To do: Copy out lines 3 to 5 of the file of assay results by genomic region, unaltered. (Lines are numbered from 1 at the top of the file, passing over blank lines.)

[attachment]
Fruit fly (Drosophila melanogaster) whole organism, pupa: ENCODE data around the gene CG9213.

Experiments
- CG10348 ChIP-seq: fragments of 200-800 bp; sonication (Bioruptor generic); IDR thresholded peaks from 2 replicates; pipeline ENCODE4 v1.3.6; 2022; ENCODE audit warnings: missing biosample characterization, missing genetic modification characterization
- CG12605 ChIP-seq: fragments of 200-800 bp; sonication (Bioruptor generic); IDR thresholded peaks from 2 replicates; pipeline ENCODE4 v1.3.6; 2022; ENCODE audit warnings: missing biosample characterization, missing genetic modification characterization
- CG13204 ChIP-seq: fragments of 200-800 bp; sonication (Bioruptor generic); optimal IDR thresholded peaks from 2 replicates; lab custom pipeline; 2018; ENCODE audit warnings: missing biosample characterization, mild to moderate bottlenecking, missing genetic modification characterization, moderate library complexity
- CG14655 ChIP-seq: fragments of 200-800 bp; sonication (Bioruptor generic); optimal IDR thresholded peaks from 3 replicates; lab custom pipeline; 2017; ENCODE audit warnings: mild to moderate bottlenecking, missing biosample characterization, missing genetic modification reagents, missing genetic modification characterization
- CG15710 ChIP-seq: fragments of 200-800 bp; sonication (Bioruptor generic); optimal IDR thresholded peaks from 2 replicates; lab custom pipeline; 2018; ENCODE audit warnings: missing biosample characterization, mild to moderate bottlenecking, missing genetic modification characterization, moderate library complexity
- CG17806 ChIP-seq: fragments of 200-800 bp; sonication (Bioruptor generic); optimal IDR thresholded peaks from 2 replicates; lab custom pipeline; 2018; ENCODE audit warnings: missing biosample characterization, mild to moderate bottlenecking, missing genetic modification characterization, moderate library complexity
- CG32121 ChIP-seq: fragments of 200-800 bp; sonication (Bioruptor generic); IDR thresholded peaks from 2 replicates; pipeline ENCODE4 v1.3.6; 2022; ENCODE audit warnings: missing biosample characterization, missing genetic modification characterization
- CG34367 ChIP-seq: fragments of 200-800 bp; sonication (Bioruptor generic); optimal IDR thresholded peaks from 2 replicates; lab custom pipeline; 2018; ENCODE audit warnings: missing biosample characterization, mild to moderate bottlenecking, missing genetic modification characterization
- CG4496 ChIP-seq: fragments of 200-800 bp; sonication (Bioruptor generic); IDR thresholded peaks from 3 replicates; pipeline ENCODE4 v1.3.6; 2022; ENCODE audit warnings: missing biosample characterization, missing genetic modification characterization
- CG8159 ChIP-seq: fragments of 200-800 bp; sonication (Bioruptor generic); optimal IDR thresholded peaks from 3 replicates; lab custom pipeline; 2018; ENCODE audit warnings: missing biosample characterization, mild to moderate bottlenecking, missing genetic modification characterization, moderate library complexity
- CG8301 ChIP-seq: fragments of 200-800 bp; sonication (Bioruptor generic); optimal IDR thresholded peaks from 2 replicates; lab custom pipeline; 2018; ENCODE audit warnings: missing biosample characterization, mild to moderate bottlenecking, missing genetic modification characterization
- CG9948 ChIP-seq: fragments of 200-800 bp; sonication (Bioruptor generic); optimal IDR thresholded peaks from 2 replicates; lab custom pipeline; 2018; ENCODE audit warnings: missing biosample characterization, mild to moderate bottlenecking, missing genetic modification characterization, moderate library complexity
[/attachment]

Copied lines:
- CG10348 ChIP-seq: fragments of 200-800 bp; sonication (Bioruptor generic); IDR thresholded peaks from 2 replicates; pipeline ENCODE4 v1.3.6; 2022; ENCODE audit warnings: missing biosample characterization, missing genetic modification characterization
- CG12605 ChIP-seq: fragments of 200-800 bp; sonication (Bioruptor generic); IDR thresholded peaks from 2 replicates; pipeline ENCODE4 v1.3.6; 2022; ENCODE audit warnings: missing biosample characterization, missing genetic modification characterization
- CG13204 ChIP-seq: fragments of 200-800 bp; sonication (Bioruptor generic); optimal IDR thresholded peaks from 2 replicates; lab custom pipeline; 2018; ENCODE audit warnings: missing biosample characterization, mild to moderate bottlenecking, missing genetic modification characterization, moderate library complexity